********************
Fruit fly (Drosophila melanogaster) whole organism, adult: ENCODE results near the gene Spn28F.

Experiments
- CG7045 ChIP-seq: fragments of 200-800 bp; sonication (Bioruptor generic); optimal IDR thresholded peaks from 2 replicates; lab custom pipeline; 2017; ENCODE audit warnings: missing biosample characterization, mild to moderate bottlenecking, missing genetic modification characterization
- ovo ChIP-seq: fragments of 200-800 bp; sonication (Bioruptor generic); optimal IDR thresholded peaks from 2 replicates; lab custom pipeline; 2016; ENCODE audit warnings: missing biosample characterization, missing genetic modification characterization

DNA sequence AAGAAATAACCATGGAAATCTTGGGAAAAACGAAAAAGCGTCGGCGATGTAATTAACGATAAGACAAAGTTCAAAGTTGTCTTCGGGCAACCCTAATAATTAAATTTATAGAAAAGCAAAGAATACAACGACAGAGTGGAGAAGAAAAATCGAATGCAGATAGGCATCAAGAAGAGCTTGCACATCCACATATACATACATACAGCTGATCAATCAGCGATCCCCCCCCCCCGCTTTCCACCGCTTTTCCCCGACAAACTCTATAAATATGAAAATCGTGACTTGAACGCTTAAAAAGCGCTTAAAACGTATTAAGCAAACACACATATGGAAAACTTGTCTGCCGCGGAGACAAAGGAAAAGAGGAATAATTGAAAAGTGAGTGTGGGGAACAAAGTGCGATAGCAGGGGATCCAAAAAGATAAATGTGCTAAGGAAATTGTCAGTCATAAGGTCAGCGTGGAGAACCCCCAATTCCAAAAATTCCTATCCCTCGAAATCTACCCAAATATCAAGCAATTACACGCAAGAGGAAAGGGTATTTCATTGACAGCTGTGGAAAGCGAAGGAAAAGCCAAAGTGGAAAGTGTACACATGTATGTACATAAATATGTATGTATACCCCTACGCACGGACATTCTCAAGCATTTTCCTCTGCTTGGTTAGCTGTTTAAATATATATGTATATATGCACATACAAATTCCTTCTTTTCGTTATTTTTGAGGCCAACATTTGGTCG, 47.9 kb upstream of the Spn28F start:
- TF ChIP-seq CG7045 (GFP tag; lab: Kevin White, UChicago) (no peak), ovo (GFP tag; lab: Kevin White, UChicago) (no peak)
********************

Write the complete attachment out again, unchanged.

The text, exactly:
Fruit fly (Drosophila melanogaster) whole organism, adult: ENCODE results near the gene Spn28F.

Experiments
- CG7045 ChIP-seq: fragments of 200-800 bp; sonication (Bioruptor generic); optimal IDR thresholded peaks from 2 replicates; lab custom pipeline; 2017; ENCODE audit warnings: missing biosample characterization, mild to moderate bottlenecking, missing genetic modification characterization
- ovo ChIP-seq: fragments of 200-800 bp; sonication (Bioruptor generic); optimal IDR thresholded peaks from 2 replicates; lab custom pipeline; 2016; ENCODE audit warnings: missing biosample characterization, missing genetic modification characterization

DNA sequence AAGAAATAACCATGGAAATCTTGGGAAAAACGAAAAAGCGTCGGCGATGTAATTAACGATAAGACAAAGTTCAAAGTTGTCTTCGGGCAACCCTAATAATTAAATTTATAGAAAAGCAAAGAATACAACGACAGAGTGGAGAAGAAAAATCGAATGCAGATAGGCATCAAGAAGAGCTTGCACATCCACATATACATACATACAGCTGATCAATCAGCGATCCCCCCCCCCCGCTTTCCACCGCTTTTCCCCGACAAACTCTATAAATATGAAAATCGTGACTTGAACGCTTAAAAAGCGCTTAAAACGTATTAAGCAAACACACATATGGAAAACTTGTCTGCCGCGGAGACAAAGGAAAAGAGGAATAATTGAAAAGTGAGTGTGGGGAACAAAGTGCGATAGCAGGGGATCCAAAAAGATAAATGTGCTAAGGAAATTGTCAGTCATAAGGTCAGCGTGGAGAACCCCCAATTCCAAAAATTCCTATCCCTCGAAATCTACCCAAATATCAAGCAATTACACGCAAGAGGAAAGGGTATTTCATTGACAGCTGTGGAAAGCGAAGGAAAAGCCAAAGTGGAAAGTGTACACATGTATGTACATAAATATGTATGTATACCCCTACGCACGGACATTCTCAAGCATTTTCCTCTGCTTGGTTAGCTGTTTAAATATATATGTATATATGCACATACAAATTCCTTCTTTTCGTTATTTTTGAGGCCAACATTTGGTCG, 47.9 kb upstream of the Spn28F start:
- TF ChIP-seq CG7045 (GFP tag; lab: Kevin White, UChicago) (no peak), ovo (GFP tag; lab: Kevin White, UChicago) (no peak)